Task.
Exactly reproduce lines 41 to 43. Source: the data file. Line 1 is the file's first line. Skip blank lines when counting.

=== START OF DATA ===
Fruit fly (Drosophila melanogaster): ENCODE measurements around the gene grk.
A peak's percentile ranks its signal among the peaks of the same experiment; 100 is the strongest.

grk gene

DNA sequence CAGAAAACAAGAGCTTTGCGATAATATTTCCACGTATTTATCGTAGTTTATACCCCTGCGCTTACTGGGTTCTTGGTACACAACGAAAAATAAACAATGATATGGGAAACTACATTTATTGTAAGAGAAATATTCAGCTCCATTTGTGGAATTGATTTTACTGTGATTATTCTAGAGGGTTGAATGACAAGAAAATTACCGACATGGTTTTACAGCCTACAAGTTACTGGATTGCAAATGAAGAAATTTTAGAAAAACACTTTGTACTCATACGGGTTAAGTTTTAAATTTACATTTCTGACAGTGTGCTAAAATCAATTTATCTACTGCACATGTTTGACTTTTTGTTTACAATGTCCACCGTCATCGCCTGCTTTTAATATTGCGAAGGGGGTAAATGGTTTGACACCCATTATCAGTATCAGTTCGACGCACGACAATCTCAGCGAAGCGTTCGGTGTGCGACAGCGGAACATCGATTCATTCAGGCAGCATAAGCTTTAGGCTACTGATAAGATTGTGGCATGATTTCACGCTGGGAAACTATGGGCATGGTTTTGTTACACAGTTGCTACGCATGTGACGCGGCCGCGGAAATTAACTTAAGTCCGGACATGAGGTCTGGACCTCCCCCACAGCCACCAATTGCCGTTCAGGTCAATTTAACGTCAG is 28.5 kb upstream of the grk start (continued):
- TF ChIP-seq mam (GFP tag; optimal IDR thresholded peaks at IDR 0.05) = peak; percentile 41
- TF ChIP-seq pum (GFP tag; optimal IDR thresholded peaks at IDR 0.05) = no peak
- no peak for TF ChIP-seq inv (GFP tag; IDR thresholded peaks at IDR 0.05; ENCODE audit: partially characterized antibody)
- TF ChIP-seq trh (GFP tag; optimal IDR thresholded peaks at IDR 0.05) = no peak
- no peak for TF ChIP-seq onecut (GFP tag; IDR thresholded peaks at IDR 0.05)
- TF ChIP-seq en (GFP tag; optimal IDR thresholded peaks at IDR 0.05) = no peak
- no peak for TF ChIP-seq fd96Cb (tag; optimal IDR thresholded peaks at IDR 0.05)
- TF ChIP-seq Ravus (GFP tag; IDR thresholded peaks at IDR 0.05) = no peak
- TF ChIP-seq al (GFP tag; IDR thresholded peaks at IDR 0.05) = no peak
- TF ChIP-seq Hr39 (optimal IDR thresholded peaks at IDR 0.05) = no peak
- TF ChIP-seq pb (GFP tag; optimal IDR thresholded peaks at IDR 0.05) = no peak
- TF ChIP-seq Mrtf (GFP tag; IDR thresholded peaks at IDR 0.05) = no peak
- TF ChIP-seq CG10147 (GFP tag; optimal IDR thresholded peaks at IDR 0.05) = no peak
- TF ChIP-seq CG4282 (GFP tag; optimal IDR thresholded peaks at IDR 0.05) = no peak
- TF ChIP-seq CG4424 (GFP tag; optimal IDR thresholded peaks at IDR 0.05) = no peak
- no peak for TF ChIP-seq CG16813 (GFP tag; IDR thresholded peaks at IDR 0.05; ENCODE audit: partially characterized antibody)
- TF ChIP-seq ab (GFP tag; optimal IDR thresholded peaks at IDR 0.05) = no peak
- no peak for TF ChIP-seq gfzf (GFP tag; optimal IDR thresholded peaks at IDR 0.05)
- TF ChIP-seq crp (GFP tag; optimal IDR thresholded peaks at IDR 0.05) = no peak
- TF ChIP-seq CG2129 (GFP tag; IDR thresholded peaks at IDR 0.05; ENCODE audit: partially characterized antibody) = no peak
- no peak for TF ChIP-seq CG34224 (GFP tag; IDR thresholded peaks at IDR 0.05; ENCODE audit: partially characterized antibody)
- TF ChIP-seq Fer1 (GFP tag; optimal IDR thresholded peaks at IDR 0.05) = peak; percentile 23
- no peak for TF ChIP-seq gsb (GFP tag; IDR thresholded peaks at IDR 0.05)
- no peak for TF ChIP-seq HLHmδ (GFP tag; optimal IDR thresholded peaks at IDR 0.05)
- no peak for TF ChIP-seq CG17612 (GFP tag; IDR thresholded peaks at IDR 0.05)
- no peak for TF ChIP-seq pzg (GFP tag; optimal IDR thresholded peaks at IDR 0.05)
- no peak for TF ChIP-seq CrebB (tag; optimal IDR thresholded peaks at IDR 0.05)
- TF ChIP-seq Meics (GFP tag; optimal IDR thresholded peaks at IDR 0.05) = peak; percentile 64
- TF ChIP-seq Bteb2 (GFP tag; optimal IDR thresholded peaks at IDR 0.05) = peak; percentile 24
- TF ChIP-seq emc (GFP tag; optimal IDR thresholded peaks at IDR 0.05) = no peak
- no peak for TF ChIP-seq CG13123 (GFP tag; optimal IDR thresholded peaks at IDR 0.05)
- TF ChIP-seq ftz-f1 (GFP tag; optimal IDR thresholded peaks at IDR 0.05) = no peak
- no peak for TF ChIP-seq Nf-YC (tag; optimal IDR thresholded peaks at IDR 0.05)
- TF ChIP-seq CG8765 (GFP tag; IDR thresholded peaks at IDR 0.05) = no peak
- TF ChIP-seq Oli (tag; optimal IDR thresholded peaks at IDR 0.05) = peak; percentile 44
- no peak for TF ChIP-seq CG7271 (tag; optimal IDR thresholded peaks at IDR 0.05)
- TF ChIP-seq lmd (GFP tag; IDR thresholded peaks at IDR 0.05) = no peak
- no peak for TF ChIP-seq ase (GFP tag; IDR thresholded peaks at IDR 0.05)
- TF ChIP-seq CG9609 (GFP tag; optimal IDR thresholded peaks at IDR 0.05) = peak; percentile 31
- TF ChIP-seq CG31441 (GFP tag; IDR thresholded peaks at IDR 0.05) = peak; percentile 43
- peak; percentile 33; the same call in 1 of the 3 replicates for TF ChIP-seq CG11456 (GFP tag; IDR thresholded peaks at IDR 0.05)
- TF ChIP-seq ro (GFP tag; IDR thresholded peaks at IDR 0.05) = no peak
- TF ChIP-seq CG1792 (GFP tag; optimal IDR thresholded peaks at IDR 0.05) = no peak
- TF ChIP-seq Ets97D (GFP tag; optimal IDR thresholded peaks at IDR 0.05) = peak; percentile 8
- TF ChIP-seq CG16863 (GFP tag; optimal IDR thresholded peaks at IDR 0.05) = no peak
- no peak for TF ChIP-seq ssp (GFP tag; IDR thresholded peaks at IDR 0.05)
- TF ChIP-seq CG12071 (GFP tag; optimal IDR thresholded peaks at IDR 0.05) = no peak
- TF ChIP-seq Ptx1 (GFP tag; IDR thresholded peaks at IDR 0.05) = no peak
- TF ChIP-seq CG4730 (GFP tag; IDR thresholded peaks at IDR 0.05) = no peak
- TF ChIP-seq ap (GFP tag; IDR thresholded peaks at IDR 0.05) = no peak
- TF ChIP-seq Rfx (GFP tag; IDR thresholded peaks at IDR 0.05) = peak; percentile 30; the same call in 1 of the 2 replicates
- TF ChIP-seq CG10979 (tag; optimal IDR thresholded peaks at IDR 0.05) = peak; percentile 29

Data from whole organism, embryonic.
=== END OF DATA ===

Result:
- TF ChIP-seq lmd (GFP tag; IDR thresholded peaks at IDR 0.05) = no peak
- no peak for TF ChIP-seq ase (GFP tag; IDR thresholded peaks at IDR 0.05)
- TF ChIP-seq CG9609 (GFP tag; optimal IDR thresholded peaks at IDR 0.05) = peak; percentile 31